```s ; t := comp s t

s ▵ t := pair s t

π₁ := take iden

π₂ := drop iden

σᴸ := injl iden

σᴿ := injr iden

s ▿ t := iden ▵ unit ; case (take s) (take t)

! := iden ▵ unit ; expl
```

Now we define the generating equations of that we want our equivalence relation on terms to satisfy:

```t : A ⊢ B
--------------------
t ; iden ≍ t : A ⊢ B

t : A ⊢ B
--------------------
iden ; t ≍ t : A ⊢ B

r : A ⊢ B
s : B ⊢ C
t : C ⊢ D
---------------------------------
r ; (s ; t) ≍ (r ; s) ; t : A ⊢ D

t : A ⊢ 𝟙
----------------
t ≍ unit : A ⊢ 𝟙

s : A ⊢ C
t : C ⊢ D
---------------------------------------
take (s ; t) ≍ (take s) ; t : A × B ⊢ D

s : B ⊢ C
t : C ⊢ D
---------------------------------------
drop (s ; t) ≍ (drop s) ; t : A × B ⊢ D

s : A ⊢ B
t : A ⊢ C
------------------------
(s ▵ t) ; π₁ ≍ s : A ⊢ B

s : A ⊢ B
t : A ⊢ C
------------------------
(s ▵ t) ; π₂ ≍ s : A ⊢ C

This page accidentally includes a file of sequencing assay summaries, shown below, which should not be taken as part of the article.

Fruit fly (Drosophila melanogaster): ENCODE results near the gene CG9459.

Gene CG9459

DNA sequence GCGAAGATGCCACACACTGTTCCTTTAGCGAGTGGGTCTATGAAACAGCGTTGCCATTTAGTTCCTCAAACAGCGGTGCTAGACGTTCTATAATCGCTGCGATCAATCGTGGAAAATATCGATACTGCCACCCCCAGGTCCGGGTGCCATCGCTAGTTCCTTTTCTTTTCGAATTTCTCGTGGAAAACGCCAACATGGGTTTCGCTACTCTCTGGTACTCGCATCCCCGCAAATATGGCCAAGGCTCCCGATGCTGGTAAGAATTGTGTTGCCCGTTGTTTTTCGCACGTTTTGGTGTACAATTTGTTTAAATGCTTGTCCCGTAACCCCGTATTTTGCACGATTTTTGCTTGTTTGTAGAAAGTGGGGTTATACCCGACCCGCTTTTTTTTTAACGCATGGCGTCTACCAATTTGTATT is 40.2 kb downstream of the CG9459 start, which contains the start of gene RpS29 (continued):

t : A ⊢ B × C
-----------------------------------
(t ; π₁) ▵ (t ; π₂) ≍ t : A ⊢ B × C

s : A ⊢ B
t : B ⊢ C
-------------------------------------
injl (s ; t) ≍ s ; injl t : A ⊢ C + D

s : A ⊢ B
t : B ⊢ D
-------------------------------------
injr (s ; t) ≍ s ; injr t : A ⊢ C + D

t : A ⊢ C
---------------------------------------------
injl (take t) ≍ take (injl t) : A × B ⊢ C + D

t : B ⊢ C
---------------------------------------------
injl (drop t) ≍ drop (injl t) : A × B ⊢ C + D

t : A ⊢ D
---------------------------------------------
injr (take t) ≍ take (injr t) : A × B ⊢ C + D

t : B ⊢ D
---------------------------------------------
injr (drop t) ≍ drop (injr t) : A × B ⊢ C + D

s : A × C ⊢ D
t : B × C ⊢ D
-------------------------------------------
(injl π₁ ▵ π₂) ; (case s t) ≍ s : A × C ⊢ D

s : A × C ⊢ D
t : B × C ⊢ D
-------------------------------------------
(injr π₁ ▵ π₂) ; (case s t) ≍ t : B × C ⊢ D

t : (A + B) × C ⊢ D
--------------------------------------------------------------------
case ((injl π₁ ▵ π₂) ; t) ((injr π₁ ▵ π₂) ; t) ≍ t : (A + B) × C ⊢ D

s : 𝟘 × A ⊢ B
--------------------
s ≍ expl : 𝟘 × A ⊢ B
```

plus reflexivity, symmetry and transitivity of `≍` and all the rules needed for `≍` to form a congruence relation, which I will omit.